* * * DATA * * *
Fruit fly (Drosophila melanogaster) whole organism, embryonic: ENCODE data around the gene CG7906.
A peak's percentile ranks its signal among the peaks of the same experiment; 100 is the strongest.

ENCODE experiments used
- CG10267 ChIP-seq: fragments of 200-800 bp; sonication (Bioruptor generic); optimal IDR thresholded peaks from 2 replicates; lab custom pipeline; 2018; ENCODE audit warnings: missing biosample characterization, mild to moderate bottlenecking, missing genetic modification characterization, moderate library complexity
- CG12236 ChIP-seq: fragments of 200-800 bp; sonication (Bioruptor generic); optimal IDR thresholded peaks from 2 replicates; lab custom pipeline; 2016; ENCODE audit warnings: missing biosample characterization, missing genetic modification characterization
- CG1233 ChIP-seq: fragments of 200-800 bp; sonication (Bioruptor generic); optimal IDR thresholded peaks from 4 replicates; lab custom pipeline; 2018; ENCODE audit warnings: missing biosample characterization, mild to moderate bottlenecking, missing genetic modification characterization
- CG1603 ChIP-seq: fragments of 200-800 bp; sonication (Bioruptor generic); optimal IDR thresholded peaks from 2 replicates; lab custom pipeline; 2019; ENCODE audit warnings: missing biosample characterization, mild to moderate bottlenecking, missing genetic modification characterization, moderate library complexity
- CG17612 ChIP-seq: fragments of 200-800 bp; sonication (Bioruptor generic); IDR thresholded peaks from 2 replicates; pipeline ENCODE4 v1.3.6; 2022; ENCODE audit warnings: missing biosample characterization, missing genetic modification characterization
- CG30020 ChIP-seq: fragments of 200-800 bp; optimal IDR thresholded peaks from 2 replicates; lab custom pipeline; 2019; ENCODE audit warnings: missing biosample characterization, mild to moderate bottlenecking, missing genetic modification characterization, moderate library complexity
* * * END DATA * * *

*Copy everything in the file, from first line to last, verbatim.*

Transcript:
Fruit fly (Drosophila melanogaster) whole organism, embryonic: ENCODE data around the gene CG7906.
A peak's percentile ranks its signal among the peaks of the same experiment; 100 is the strongest.

ENCODE experiments used
- CG10267 ChIP-seq: fragments of 200-800 bp; sonication (Bioruptor generic); optimal IDR thresholded peaks from 2 replicates; lab custom pipeline; 2018; ENCODE audit warnings: missing biosample characterization, mild to moderate bottlenecking, missing genetic modification characterization, moderate library complexity
- CG12236 ChIP-seq: fragments of 200-800 bp; sonication (Bioruptor generic); optimal IDR thresholded peaks from 2 replicates; lab custom pipeline; 2016; ENCODE audit warnings: missing biosample characterization, missing genetic modification characterization
- CG1233 ChIP-seq: fragments of 200-800 bp; sonication (Bioruptor generic); optimal IDR thresholded peaks from 4 replicates; lab custom pipeline; 2018; ENCODE audit warnings: missing biosample characterization, mild to moderate bottlenecking, missing genetic modification characterization
- CG1603 ChIP-seq: fragments of 200-800 bp; sonication (Bioruptor generic); optimal IDR thresholded peaks from 2 replicates; lab custom pipeline; 2019; ENCODE audit warnings: missing biosample characterization, mild to moderate bottlenecking, missing genetic modification characterization, moderate library complexity
- CG17612 ChIP-seq: fragments of 200-800 bp; sonication (Bioruptor generic); IDR thresholded peaks from 2 replicates; pipeline ENCODE4 v1.3.6; 2022; ENCODE audit warnings: missing biosample characterization, missing genetic modification characterization
- CG30020 ChIP-seq: fragments of 200-800 bp; optimal IDR thresholded peaks from 2 replicates; lab custom pipeline; 2019; ENCODE audit warnings: missing biosample characterization, mild to moderate bottlenecking, missing genetic modification characterization, moderate library complexity